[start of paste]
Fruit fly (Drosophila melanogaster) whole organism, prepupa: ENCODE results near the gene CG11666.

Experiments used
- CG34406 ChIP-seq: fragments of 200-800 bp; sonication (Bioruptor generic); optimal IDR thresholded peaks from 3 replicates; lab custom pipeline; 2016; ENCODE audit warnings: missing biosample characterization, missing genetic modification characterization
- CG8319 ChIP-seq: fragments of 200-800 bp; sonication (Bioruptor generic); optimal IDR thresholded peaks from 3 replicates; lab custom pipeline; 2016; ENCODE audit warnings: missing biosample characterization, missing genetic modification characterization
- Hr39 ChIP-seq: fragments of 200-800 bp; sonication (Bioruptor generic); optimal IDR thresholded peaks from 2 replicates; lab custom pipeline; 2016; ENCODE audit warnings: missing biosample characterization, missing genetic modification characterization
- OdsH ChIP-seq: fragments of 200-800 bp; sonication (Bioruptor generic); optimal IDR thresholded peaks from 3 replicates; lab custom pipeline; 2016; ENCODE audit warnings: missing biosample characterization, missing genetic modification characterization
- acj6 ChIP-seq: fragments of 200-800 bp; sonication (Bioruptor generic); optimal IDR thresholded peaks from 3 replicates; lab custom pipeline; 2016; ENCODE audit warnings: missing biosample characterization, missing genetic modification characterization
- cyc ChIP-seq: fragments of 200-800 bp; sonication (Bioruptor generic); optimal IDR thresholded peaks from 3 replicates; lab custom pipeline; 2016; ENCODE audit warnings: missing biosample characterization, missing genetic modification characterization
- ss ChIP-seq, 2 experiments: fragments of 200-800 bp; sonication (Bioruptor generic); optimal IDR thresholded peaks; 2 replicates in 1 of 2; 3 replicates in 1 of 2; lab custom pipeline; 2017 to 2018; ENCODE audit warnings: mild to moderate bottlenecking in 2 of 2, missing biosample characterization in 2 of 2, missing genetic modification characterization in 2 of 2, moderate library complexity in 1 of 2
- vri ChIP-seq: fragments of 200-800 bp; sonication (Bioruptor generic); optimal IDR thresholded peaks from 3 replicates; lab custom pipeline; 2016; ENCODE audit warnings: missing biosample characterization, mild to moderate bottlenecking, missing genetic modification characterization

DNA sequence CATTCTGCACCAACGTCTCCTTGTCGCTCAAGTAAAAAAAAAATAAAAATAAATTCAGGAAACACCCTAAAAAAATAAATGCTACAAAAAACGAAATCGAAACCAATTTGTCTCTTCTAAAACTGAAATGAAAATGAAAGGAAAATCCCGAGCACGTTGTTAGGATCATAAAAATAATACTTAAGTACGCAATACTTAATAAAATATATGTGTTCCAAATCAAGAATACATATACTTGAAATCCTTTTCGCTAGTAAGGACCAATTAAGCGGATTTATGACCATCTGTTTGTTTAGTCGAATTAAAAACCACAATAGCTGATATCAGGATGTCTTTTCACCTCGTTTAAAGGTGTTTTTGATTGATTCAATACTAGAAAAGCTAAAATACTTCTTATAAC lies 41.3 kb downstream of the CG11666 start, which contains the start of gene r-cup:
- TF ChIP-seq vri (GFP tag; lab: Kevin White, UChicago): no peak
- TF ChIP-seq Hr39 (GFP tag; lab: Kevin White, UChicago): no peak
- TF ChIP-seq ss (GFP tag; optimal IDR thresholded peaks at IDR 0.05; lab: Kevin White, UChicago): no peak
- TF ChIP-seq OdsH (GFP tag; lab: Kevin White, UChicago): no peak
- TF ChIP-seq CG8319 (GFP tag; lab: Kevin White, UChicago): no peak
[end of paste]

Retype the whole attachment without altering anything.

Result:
Fruit fly (Drosophila melanogaster) whole organism, prepupa: ENCODE results near the gene CG11666.

Experiments used
- CG34406 ChIP-seq: fragments of 200-800 bp; sonication (Bioruptor generic); optimal IDR thresholded peaks from 3 replicates; lab custom pipeline; 2016; ENCODE audit warnings: missing biosample characterization, missing genetic modification characterization
- CG8319 ChIP-seq: fragments of 200-800 bp; sonication (Bioruptor generic); optimal IDR thresholded peaks from 3 replicates; lab custom pipeline; 2016; ENCODE audit warnings: missing biosample characterization, missing genetic modification characterization
- Hr39 ChIP-seq: fragments of 200-800 bp; sonication (Bioruptor generic); optimal IDR thresholded peaks from 2 replicates; lab custom pipeline; 2016; ENCODE audit warnings: missing biosample characterization, missing genetic modification characterization
- OdsH ChIP-seq: fragments of 200-800 bp; sonication (Bioruptor generic); optimal IDR thresholded peaks from 3 replicates; lab custom pipeline; 2016; ENCODE audit warnings: missing biosample characterization, missing genetic modification characterization
- acj6 ChIP-seq: fragments of 200-800 bp; sonication (Bioruptor generic); optimal IDR thresholded peaks from 3 replicates; lab custom pipeline; 2016; ENCODE audit warnings: missing biosample characterization, missing genetic modification characterization
- cyc ChIP-seq: fragments of 200-800 bp; sonication (Bioruptor generic); optimal IDR thresholded peaks from 3 replicates; lab custom pipeline; 2016; ENCODE audit warnings: missing biosample characterization, missing genetic modification characterization
- ss ChIP-seq, 2 experiments: fragments of 200-800 bp; sonication (Bioruptor generic); optimal IDR thresholded peaks; 2 replicates in 1 of 2; 3 replicates in 1 of 2; lab custom pipeline; 2017 to 2018; ENCODE audit warnings: mild to moderate bottlenecking in 2 of 2, missing biosample characterization in 2 of 2, missing genetic modification characterization in 2 of 2, moderate library complexity in 1 of 2
- vri ChIP-seq: fragments of 200-800 bp; sonication (Bioruptor generic); optimal IDR thresholded peaks from 3 replicates; lab custom pipeline; 2016; ENCODE audit warnings: missing biosample characterization, mild to moderate bottlenecking, missing genetic modification characterization

DNA sequence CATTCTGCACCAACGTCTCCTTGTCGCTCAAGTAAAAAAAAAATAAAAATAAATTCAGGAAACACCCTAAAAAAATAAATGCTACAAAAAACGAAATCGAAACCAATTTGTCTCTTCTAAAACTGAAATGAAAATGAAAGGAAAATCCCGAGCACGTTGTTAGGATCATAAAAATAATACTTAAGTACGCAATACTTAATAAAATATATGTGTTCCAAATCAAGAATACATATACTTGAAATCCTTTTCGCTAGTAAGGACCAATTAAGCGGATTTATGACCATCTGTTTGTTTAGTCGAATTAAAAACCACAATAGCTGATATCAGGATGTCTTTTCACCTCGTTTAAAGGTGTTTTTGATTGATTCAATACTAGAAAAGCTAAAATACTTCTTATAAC lies 41.3 kb downstream of the CG11666 start, which contains the start of gene r-cup:
- TF ChIP-seq vri (GFP tag; lab: Kevin White, UChicago): no peak
- TF ChIP-seq Hr39 (GFP tag; lab: Kevin White, UChicago): no peak
- TF ChIP-seq ss (GFP tag; optimal IDR thresholded peaks at IDR 0.05; lab: Kevin White, UChicago): no peak
- TF ChIP-seq OdsH (GFP tag; lab: Kevin White, UChicago): no peak
- TF ChIP-seq CG8319 (GFP tag; lab: Kevin White, UChicago): no peak